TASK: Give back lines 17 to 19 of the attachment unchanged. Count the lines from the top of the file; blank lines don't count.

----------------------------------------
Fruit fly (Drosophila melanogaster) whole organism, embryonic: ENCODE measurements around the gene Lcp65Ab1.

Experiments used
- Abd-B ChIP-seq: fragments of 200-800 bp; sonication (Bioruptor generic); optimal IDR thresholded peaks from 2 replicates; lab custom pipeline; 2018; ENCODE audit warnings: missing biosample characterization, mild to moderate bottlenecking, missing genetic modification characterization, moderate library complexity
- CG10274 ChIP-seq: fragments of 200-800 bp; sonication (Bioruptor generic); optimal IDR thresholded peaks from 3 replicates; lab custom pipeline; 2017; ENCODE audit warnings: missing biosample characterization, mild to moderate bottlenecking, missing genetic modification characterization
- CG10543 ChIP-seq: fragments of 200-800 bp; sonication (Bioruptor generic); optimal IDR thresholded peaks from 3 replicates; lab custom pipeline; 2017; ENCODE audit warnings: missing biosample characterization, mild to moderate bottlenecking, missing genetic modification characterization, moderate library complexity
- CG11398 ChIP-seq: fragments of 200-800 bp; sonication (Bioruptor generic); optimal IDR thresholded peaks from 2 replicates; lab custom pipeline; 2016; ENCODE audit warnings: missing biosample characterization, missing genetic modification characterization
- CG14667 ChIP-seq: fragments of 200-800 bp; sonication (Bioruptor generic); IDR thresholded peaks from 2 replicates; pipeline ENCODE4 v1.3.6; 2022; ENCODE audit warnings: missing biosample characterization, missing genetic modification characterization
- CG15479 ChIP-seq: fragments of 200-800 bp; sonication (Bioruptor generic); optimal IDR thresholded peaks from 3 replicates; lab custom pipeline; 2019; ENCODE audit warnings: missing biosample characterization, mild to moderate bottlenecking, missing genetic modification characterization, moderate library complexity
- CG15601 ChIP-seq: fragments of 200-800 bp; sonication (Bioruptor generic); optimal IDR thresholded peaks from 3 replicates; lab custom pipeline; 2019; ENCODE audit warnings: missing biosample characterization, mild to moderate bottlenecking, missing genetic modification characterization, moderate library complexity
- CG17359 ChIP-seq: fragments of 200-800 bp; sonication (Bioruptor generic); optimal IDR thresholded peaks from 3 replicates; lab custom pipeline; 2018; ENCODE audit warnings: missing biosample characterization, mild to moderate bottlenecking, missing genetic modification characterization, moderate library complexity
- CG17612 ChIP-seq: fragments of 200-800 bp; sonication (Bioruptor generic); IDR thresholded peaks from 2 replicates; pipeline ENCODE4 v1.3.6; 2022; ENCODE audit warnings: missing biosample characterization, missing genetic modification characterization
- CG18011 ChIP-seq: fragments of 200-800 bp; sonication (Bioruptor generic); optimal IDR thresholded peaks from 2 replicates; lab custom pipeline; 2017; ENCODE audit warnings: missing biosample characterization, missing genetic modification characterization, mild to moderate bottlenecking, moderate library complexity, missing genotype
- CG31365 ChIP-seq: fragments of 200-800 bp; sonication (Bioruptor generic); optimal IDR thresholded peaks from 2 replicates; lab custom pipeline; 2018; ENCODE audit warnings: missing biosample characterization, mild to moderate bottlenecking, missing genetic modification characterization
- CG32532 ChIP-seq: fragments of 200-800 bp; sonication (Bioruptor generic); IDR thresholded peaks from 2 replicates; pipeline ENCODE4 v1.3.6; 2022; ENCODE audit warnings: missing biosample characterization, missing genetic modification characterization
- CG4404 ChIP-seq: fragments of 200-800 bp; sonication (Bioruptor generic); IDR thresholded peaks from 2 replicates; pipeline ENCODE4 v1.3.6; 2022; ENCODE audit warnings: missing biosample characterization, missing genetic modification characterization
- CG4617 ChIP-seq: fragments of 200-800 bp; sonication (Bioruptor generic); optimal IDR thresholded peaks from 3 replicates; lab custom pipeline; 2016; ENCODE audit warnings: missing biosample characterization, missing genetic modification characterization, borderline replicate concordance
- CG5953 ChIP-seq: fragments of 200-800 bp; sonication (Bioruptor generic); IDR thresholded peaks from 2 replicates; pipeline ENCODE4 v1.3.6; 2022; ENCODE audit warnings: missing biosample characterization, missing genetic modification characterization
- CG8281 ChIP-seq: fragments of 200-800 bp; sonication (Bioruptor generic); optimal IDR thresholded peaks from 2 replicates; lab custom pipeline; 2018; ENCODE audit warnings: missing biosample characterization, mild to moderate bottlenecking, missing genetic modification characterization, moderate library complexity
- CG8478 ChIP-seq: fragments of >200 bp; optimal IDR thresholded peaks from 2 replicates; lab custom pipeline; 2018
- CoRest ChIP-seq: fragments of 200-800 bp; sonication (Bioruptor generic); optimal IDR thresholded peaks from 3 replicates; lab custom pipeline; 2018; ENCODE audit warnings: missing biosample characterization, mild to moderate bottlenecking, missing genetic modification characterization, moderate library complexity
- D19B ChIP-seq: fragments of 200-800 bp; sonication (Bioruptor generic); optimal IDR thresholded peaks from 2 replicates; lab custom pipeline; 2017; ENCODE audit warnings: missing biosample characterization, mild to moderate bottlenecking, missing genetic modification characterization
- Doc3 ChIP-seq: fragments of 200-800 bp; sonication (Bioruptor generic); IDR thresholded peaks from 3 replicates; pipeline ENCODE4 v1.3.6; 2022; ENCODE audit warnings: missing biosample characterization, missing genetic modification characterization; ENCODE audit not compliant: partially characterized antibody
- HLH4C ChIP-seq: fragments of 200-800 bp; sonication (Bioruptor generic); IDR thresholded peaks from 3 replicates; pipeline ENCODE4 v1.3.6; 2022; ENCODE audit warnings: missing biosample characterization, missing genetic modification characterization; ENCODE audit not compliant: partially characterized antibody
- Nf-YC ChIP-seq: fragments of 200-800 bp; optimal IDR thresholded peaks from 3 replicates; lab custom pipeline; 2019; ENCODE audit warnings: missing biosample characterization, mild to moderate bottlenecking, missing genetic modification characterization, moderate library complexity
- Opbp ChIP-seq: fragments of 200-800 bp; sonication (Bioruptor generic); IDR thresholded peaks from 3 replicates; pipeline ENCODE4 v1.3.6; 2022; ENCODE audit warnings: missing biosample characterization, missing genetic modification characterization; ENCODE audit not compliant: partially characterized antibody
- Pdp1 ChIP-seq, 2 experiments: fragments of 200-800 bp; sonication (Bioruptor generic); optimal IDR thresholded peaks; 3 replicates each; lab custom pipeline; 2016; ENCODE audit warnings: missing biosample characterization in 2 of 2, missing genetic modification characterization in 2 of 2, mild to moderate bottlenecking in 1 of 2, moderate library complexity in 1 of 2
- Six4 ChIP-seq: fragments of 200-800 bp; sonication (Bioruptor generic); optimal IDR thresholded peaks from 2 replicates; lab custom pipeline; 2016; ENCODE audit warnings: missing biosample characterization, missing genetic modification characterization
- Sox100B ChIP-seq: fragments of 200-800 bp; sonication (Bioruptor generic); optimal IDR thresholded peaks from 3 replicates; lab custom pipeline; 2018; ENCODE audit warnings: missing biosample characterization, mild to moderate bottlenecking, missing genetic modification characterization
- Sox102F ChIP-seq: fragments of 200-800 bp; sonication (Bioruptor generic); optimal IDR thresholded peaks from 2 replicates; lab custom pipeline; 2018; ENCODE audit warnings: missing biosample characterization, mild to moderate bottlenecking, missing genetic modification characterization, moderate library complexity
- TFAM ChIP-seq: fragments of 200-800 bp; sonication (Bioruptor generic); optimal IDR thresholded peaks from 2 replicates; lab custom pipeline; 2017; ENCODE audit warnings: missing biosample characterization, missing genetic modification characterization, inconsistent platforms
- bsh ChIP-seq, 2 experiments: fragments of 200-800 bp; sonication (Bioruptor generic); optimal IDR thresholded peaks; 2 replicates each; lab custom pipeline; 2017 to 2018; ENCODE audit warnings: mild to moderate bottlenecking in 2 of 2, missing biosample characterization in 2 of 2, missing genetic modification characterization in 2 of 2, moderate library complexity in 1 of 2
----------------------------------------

- CG5953 ChIP-seq: fragments of 200-800 bp; sonication (Bioruptor generic); IDR thresholded peaks from 2 replicates; pipeline ENCODE4 v1.3.6; 2022; ENCODE audit warnings: missing biosample characterization, missing genetic modification characterization
- CG8281 ChIP-seq: fragments of 200-800 bp; sonication (Bioruptor generic); optimal IDR thresholded peaks from 2 replicates; lab custom pipeline; 2018; ENCODE audit warnings: missing biosample characterization, mild to moderate bottlenecking, missing genetic modification characterization, moderate library complexity
- CG8478 ChIP-seq: fragments of >200 bp; optimal IDR thresholded peaks from 2 replicates; lab custom pipeline; 2018